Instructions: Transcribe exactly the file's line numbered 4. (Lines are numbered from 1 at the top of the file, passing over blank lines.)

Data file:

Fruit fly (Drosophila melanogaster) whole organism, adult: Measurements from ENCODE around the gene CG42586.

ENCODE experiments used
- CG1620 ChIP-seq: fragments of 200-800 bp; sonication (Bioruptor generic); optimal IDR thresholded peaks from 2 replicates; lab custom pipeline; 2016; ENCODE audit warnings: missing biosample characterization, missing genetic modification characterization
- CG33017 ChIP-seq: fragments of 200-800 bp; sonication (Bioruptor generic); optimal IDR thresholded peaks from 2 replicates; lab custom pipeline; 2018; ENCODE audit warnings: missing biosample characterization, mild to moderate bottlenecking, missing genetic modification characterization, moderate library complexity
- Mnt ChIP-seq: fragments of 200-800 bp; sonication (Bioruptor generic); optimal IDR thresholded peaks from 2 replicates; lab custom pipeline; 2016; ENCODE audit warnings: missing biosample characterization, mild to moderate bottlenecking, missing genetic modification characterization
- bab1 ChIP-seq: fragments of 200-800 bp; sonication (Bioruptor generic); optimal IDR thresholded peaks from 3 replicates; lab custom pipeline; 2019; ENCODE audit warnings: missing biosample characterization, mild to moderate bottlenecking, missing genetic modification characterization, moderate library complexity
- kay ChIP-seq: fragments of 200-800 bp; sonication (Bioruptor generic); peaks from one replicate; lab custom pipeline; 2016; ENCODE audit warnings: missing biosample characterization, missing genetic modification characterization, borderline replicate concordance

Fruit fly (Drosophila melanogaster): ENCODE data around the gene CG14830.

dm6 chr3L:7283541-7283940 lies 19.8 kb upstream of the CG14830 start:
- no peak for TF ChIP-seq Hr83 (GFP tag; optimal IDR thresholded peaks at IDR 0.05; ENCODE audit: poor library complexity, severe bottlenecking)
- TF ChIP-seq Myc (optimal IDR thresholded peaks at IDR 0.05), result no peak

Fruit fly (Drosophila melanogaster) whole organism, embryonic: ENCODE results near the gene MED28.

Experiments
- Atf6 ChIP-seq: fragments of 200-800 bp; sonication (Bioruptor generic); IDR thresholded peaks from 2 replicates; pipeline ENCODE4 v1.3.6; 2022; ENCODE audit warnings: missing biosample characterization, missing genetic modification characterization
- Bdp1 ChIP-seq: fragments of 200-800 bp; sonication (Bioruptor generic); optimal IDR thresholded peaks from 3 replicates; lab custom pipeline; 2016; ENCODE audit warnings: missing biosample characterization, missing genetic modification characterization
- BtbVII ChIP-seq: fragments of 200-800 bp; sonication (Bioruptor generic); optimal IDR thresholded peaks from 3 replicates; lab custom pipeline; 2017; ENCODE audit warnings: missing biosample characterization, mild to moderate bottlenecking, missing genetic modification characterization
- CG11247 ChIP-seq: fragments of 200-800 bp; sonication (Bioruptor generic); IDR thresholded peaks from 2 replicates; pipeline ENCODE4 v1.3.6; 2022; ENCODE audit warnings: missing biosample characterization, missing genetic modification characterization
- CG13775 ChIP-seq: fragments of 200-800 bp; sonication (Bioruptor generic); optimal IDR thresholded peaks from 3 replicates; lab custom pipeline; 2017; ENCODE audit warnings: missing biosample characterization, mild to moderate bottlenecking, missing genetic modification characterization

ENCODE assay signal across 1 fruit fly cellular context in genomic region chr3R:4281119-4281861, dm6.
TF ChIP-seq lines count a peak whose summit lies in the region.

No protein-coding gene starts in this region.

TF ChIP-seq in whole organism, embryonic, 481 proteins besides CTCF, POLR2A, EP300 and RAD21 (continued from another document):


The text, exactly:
- CG33017 ChIP-seq: fragments of 200-800 bp; sonication (Bioruptor generic); optimal IDR thresholded peaks from 2 replicates; lab custom pipeline; 2018; ENCODE audit warnings: missing biosample characterization, mild to moderate bottlenecking, missing genetic modification characterization, moderate library complexity